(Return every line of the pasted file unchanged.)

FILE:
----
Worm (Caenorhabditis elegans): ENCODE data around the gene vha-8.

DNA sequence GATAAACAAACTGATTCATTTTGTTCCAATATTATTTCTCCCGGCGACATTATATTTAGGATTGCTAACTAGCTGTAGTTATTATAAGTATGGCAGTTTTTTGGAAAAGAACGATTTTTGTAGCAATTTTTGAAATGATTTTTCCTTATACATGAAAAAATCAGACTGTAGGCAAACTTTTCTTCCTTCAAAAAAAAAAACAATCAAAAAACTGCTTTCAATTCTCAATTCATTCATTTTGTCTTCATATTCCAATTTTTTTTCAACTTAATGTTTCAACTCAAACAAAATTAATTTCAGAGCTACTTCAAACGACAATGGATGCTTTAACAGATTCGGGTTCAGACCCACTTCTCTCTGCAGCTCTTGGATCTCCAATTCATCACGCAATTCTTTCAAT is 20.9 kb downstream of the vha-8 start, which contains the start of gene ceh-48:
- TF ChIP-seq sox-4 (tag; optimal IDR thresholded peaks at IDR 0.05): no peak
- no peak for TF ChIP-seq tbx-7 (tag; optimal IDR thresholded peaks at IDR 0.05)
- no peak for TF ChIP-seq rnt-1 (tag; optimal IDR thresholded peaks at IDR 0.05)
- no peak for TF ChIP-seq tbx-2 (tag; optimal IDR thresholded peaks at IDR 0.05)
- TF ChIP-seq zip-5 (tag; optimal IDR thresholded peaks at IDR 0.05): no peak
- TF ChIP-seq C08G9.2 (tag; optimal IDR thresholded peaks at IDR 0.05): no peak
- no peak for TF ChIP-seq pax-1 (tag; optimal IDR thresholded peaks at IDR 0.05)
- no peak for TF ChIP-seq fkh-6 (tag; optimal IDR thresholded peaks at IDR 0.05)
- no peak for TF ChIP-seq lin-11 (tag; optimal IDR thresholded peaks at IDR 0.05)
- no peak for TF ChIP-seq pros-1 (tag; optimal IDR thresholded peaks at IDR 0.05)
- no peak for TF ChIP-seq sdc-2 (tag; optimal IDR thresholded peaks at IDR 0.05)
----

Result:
Worm (Caenorhabditis elegans): ENCODE data around the gene vha-8.

DNA sequence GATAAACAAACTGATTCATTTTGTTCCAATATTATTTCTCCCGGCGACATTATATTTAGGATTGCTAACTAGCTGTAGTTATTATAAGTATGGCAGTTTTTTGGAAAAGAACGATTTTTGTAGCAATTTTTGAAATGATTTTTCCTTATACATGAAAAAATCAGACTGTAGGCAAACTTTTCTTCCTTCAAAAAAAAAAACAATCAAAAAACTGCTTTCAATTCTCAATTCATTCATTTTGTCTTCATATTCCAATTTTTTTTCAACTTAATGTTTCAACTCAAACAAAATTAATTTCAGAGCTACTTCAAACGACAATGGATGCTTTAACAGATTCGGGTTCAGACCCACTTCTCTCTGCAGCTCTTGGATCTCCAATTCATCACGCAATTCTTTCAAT is 20.9 kb downstream of the vha-8 start, which contains the start of gene ceh-48:
- TF ChIP-seq sox-4 (tag; optimal IDR thresholded peaks at IDR 0.05): no peak
- no peak for TF ChIP-seq tbx-7 (tag; optimal IDR thresholded peaks at IDR 0.05)
- no peak for TF ChIP-seq rnt-1 (tag; optimal IDR thresholded peaks at IDR 0.05)
- no peak for TF ChIP-seq tbx-2 (tag; optimal IDR thresholded peaks at IDR 0.05)
- TF ChIP-seq zip-5 (tag; optimal IDR thresholded peaks at IDR 0.05): no peak
- TF ChIP-seq C08G9.2 (tag; optimal IDR thresholded peaks at IDR 0.05): no peak
- no peak for TF ChIP-seq pax-1 (tag; optimal IDR thresholded peaks at IDR 0.05)
- no peak for TF ChIP-seq fkh-6 (tag; optimal IDR thresholded peaks at IDR 0.05)
- no peak for TF ChIP-seq lin-11 (tag; optimal IDR thresholded peaks at IDR 0.05)
- no peak for TF ChIP-seq pros-1 (tag; optimal IDR thresholded peaks at IDR 0.05)
- no peak for TF ChIP-seq sdc-2 (tag; optimal IDR thresholded peaks at IDR 0.05)